Judge Reprimanded For Giving Breaks To Criminals For Not Reproducing

A Tennessee judge was formally reprimanded for giving jail credit for inmates who undergo birth control procedures.

Sparta, TN – A Tennessee judge’s creative sentencing practices led to a public reprimand by the Tennessee Board of Judicial Conduct on Wednesday.

White County General Sessions Judge Sam Benningfield issued an order in May which offered a 30-day jail credit for inmates who voluntarily agreed to certain forms of birth control, USA Today reported.

Judge Benningfield told WVTF that he has worked with so many repeat drug offenders who couldn’t afford child support or didn’t have jobs that he decided something had to be done.

“What I’m hoping to do,” Judge Benningfield told WVTF, “is help them start thinking about taking responsibility for themselves.”

Thirty-five female inmates received free Nexplanon implants, and 42 male inmates underwent free vasectomies, in order to receive credit against their sentences, according to USA Today.

The implants last for four years. The vasectomies are generally permanent without further surgical intervention.

Following a week of complaints from civil rights groups, the judge issued a second order paring back the program. Anyone who signed up for the procedures and took “serious and considered steps toward their rehabilitation” would still get the credit, he wrote, but the plan was otherwise canceled, the Washington Post reported.

Finally, after significant criticism from the public, Judge Benningfield rescinded the order entirely in July.

Former inmate Alex Friedmann, who is now the associate director of the Human Rights Defense Center and managing editor of Prison Legal News, also filed a complaint against Judge Benningfield.

"Prisoners are a vulnerable population who are especially susceptible to such coercive incentives because they want to return to their families and are at risk of losing their jobs and housing the longer they are incarcerated," Friedmann said.

The Tennessee Board of Judicial Conduct’s Nov. 15 letter of reprimand suggested that Judge Benningfield’s sentencing deal threatened public confidence in the judicial system, USA Today reported.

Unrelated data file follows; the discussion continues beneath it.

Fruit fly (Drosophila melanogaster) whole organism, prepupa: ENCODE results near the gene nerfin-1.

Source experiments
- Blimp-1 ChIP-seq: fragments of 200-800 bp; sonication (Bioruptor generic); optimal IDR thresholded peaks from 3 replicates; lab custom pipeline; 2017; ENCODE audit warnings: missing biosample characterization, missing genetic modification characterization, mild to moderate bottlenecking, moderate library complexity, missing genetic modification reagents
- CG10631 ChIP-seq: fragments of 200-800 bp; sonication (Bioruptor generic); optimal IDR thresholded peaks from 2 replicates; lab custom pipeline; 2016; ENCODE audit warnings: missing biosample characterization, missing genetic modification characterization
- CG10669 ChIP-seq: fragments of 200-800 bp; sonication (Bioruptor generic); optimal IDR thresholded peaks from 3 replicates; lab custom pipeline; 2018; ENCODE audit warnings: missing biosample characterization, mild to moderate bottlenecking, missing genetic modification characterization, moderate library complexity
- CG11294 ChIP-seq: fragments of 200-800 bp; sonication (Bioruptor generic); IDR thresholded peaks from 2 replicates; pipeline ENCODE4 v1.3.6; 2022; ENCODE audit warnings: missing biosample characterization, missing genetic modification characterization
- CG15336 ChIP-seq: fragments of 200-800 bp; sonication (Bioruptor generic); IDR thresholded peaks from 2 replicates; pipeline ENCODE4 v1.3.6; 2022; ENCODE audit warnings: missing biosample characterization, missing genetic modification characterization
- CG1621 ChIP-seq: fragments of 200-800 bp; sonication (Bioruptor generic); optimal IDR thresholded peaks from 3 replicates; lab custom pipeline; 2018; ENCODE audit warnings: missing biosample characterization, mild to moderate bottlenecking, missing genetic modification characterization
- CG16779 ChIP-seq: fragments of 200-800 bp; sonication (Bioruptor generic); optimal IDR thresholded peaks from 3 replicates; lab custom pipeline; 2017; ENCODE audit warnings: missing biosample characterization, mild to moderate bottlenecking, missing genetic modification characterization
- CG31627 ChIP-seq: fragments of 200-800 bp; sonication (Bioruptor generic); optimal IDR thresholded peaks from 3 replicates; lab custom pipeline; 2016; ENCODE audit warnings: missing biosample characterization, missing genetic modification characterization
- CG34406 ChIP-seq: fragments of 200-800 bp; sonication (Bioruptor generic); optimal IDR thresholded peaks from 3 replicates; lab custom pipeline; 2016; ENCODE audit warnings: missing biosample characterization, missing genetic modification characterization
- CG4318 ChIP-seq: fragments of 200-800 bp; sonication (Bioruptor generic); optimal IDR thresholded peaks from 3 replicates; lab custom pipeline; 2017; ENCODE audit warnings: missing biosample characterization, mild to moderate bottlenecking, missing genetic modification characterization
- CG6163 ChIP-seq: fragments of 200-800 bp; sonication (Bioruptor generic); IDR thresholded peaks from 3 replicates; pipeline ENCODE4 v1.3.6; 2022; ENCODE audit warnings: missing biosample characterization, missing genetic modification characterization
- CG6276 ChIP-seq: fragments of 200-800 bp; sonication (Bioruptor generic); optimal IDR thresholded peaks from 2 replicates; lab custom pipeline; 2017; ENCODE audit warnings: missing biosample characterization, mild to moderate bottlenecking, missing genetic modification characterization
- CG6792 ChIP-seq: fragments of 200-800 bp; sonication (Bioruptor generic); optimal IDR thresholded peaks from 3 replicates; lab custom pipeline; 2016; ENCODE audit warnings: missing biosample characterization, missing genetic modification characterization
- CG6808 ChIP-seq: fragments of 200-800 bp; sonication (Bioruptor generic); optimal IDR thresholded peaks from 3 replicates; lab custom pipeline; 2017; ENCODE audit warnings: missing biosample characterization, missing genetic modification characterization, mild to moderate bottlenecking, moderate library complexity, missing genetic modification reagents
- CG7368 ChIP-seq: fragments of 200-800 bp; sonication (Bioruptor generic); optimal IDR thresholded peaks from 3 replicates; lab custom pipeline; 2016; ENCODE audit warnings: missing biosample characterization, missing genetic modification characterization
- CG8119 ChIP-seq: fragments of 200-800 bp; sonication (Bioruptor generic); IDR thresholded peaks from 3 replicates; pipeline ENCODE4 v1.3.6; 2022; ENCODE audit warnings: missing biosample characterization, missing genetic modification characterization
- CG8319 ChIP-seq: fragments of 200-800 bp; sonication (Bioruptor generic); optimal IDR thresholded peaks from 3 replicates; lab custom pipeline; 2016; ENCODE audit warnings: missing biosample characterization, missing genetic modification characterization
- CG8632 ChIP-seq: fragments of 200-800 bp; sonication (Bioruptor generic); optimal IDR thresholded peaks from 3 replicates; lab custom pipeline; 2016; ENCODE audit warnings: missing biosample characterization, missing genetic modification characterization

"You have acknowledged that even though you were trying to accomplish a worthy goal in preventing the birth of substance addicted babies … you now realize that this order could unduly coerce inmates into undergoing a surgical procedure which would cause at least a temporary sterilization, and it was therefore improper," the board’s letter read.

The Tennessee Board of Judicial Conduct’s reprimand is a formal punishment.

Daniel Horwitz, who represents a group of male inmates, said the judicial board didn’t go far enough with their reprimand, and should have recommended Benningfield be removed from the bench.

“A public reprimand is serious, but as far as I’m concerned, nothing short of removal is acceptable,” Horwitz told Washington Post.

Several inmates who were jailed when the orders were in effect have sued the judge and White County Sheriff Oddie Shoupe, claiming their constitutional rights were violated.

A federal lawsuit was filed in August that accused them of carrying out a "modern day eugenics scheme."

“Offering freedom in exchange for a vasectomy is not only unnecessary - if the goal is to obtain true voluntary consent - it is also unconstitutional..." a similar lawsuit was filed in October said.

According to the lawsuits, there would be no legal way for the court to incentive people to stop reproducing.

The judge and the sheriff have denied liability.

Judge Benningfield remains on the bench in White County.

Do you think that Judge Benningfield's program was coercive? Do you think that this is a good idea? We'd like to hear what you think. Please let us know in the comments.

"Prisoners are a vulnerable population who are especially susceptible to such coercive incentives because they want to return to their families and are at risk of losing their jobs and housing the longer they are incarcerated,"

When I think of "prisoners", the word vulnerable isn't what comes to mind and if they had families they cared about, they wouldn't be out committing crimes. Housing isn't a problem because as long as they commit crimes, the state or county will provide them with housing.

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I wish every judge would offer that. The ones who are being hurt are the innocent children born to drug addicted parents and addicted themselves at birth. Then no one to take care of them after they are born. Why does it always seem criminals have more rights than innocent people?

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